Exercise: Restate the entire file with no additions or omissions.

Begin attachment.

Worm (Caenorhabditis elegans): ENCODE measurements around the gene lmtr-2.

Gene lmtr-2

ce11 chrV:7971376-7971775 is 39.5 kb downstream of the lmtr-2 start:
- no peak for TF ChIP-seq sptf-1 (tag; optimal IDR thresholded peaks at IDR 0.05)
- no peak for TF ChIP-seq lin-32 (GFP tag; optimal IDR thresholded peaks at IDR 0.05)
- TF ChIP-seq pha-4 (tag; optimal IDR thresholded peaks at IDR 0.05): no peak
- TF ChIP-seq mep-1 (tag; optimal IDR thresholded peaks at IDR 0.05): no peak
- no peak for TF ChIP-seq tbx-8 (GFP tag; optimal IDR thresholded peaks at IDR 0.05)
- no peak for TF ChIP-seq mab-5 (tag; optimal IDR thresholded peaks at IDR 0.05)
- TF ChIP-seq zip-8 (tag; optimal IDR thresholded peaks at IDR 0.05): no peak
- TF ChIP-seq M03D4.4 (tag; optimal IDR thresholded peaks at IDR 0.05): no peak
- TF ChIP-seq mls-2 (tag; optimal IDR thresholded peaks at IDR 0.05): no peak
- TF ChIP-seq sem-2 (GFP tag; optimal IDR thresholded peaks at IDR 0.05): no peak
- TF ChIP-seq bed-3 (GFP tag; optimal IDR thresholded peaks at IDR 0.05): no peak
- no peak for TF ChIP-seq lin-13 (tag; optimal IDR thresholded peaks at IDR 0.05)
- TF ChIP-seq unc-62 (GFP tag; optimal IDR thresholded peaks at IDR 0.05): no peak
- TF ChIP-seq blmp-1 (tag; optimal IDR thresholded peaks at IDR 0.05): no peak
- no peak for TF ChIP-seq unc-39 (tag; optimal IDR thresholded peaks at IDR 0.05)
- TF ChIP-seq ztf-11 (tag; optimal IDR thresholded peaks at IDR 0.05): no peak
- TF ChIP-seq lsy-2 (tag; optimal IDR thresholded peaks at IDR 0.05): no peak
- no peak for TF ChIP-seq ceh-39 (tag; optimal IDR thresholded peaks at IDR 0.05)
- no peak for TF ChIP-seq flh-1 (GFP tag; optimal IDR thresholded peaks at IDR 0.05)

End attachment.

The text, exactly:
Worm (Caenorhabditis elegans): ENCODE measurements around the gene lmtr-2.

Gene lmtr-2

ce11 chrV:7971376-7971775 is 39.5 kb downstream of the lmtr-2 start:
- no peak for TF ChIP-seq sptf-1 (tag; optimal IDR thresholded peaks at IDR 0.05)
- no peak for TF ChIP-seq lin-32 (GFP tag; optimal IDR thresholded peaks at IDR 0.05)
- TF ChIP-seq pha-4 (tag; optimal IDR thresholded peaks at IDR 0.05): no peak
- TF ChIP-seq mep-1 (tag; optimal IDR thresholded peaks at IDR 0.05): no peak
- no peak for TF ChIP-seq tbx-8 (GFP tag; optimal IDR thresholded peaks at IDR 0.05)
- no peak for TF ChIP-seq mab-5 (tag; optimal IDR thresholded peaks at IDR 0.05)
- TF ChIP-seq zip-8 (tag; optimal IDR thresholded peaks at IDR 0.05): no peak
- TF ChIP-seq M03D4.4 (tag; optimal IDR thresholded peaks at IDR 0.05): no peak
- TF ChIP-seq mls-2 (tag; optimal IDR thresholded peaks at IDR 0.05): no peak
- TF ChIP-seq sem-2 (GFP tag; optimal IDR thresholded peaks at IDR 0.05): no peak
- TF ChIP-seq bed-3 (GFP tag; optimal IDR thresholded peaks at IDR 0.05): no peak
- no peak for TF ChIP-seq lin-13 (tag; optimal IDR thresholded peaks at IDR 0.05)
- TF ChIP-seq unc-62 (GFP tag; optimal IDR thresholded peaks at IDR 0.05): no peak
- TF ChIP-seq blmp-1 (tag; optimal IDR thresholded peaks at IDR 0.05): no peak
- no peak for TF ChIP-seq unc-39 (tag; optimal IDR thresholded peaks at IDR 0.05)
- TF ChIP-seq ztf-11 (tag; optimal IDR thresholded peaks at IDR 0.05): no peak
- TF ChIP-seq lsy-2 (tag; optimal IDR thresholded peaks at IDR 0.05): no peak
- no peak for TF ChIP-seq ceh-39 (tag; optimal IDR thresholded peaks at IDR 0.05)
- no peak for TF ChIP-seq flh-1 (GFP tag; optimal IDR thresholded peaks at IDR 0.05)